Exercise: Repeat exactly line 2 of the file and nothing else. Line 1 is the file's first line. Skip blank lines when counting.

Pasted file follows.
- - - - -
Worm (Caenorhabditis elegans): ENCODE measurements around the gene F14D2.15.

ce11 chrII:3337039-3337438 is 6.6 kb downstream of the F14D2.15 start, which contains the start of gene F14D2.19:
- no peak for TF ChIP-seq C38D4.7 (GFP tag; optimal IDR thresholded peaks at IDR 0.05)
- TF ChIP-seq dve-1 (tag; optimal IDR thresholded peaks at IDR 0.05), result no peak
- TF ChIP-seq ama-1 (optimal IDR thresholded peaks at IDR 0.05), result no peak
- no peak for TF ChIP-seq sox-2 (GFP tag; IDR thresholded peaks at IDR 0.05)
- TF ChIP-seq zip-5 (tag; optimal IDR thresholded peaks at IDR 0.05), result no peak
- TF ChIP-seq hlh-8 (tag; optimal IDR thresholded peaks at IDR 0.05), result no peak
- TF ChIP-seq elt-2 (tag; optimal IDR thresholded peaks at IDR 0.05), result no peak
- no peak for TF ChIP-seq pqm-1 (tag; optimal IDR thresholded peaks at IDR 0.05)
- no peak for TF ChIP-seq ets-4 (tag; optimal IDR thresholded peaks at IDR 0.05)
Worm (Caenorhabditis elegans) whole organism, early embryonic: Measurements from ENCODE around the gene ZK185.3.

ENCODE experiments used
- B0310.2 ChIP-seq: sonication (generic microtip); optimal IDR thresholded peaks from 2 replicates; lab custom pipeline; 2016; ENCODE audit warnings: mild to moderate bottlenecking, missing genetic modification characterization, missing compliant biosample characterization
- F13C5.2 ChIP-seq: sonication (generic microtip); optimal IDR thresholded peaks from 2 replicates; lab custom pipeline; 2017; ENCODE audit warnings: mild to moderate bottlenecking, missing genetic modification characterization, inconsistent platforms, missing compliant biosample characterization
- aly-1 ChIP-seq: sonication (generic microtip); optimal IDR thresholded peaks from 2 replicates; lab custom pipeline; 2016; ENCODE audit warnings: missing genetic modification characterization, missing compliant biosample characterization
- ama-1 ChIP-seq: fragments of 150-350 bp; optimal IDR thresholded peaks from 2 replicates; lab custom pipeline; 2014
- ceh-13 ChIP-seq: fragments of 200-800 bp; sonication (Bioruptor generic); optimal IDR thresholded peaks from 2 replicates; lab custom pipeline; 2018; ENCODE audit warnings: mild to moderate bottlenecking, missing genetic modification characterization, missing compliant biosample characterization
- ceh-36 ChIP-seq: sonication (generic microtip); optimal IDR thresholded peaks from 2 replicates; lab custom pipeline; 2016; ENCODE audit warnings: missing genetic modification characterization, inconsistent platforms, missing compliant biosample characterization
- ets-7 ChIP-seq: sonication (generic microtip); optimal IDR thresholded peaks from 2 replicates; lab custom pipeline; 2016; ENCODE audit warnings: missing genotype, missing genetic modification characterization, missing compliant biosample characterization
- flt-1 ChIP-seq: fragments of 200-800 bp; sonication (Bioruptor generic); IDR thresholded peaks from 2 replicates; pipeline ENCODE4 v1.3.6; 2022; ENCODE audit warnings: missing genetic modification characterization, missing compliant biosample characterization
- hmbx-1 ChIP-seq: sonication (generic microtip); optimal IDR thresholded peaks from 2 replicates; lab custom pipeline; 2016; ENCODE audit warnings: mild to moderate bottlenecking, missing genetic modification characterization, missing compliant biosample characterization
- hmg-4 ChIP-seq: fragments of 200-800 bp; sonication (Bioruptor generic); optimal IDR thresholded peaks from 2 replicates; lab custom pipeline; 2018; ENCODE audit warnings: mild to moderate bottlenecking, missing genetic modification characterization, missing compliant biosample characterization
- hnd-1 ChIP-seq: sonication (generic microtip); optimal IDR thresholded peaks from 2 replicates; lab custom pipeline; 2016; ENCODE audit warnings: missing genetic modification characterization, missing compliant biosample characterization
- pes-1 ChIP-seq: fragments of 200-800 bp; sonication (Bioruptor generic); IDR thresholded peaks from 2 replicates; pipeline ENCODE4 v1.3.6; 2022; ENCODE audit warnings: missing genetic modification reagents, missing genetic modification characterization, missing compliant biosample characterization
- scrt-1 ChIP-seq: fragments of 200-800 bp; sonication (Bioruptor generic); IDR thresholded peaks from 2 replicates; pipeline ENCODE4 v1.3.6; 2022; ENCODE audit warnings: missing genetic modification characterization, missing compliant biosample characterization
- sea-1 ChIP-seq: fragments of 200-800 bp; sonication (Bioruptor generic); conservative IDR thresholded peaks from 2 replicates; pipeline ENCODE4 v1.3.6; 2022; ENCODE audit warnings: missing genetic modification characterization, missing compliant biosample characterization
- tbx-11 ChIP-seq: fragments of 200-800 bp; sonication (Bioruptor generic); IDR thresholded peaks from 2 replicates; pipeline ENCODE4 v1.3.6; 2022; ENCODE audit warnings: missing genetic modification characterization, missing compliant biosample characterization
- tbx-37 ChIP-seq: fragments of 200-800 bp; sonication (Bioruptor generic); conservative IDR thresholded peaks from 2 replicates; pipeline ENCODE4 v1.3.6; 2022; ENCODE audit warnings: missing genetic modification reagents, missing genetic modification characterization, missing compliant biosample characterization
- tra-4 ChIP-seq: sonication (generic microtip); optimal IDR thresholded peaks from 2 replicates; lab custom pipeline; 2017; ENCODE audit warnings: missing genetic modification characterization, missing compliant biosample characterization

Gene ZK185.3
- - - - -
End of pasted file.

ce11 chrII:3337039-3337438 is 6.6 kb downstream of the F14D2.15 start, which contains the start of gene F14D2.19: